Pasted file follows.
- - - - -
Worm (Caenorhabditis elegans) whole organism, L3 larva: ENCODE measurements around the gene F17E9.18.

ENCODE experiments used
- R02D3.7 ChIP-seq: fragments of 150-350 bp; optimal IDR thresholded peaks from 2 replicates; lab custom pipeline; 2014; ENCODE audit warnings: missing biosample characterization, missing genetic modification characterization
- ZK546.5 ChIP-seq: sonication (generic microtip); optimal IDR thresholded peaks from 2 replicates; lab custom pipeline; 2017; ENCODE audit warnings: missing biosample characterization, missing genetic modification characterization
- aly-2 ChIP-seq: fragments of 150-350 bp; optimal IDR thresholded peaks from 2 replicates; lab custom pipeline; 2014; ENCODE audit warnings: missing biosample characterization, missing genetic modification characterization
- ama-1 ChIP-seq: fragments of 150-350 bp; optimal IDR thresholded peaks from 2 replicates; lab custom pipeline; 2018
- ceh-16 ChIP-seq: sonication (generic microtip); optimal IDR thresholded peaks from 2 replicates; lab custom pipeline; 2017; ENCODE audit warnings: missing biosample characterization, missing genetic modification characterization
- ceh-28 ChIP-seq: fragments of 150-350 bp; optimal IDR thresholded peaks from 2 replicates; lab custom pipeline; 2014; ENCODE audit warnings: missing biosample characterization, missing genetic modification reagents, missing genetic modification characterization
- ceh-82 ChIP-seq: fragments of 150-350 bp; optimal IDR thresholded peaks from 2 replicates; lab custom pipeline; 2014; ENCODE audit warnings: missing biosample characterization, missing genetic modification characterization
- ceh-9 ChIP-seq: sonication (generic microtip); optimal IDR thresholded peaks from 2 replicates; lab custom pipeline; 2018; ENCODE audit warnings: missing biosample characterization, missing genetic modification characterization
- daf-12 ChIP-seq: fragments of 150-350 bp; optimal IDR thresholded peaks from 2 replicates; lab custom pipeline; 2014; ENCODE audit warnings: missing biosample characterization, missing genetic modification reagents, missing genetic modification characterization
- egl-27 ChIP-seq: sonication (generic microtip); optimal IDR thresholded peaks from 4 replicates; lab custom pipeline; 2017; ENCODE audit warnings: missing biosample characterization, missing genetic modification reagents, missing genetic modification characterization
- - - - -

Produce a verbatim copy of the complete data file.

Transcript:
Worm (Caenorhabditis elegans) whole organism, L3 larva: ENCODE measurements around the gene F17E9.18.

ENCODE experiments used
- R02D3.7 ChIP-seq: fragments of 150-350 bp; optimal IDR thresholded peaks from 2 replicates; lab custom pipeline; 2014; ENCODE audit warnings: missing biosample characterization, missing genetic modification characterization
- ZK546.5 ChIP-seq: sonication (generic microtip); optimal IDR thresholded peaks from 2 replicates; lab custom pipeline; 2017; ENCODE audit warnings: missing biosample characterization, missing genetic modification characterization
- aly-2 ChIP-seq: fragments of 150-350 bp; optimal IDR thresholded peaks from 2 replicates; lab custom pipeline; 2014; ENCODE audit warnings: missing biosample characterization, missing genetic modification characterization
- ama-1 ChIP-seq: fragments of 150-350 bp; optimal IDR thresholded peaks from 2 replicates; lab custom pipeline; 2018
- ceh-16 ChIP-seq: sonication (generic microtip); optimal IDR thresholded peaks from 2 replicates; lab custom pipeline; 2017; ENCODE audit warnings: missing biosample characterization, missing genetic modification characterization
- ceh-28 ChIP-seq: fragments of 150-350 bp; optimal IDR thresholded peaks from 2 replicates; lab custom pipeline; 2014; ENCODE audit warnings: missing biosample characterization, missing genetic modification reagents, missing genetic modification characterization
- ceh-82 ChIP-seq: fragments of 150-350 bp; optimal IDR thresholded peaks from 2 replicates; lab custom pipeline; 2014; ENCODE audit warnings: missing biosample characterization, missing genetic modification characterization
- ceh-9 ChIP-seq: sonication (generic microtip); optimal IDR thresholded peaks from 2 replicates; lab custom pipeline; 2018; ENCODE audit warnings: missing biosample characterization, missing genetic modification characterization
- daf-12 ChIP-seq: fragments of 150-350 bp; optimal IDR thresholded peaks from 2 replicates; lab custom pipeline; 2014; ENCODE audit warnings: missing biosample characterization, missing genetic modification reagents, missing genetic modification characterization
- egl-27 ChIP-seq: sonication (generic microtip); optimal IDR thresholded peaks from 4 replicates; lab custom pipeline; 2017; ENCODE audit warnings: missing biosample characterization, missing genetic modification reagents, missing genetic modification characterization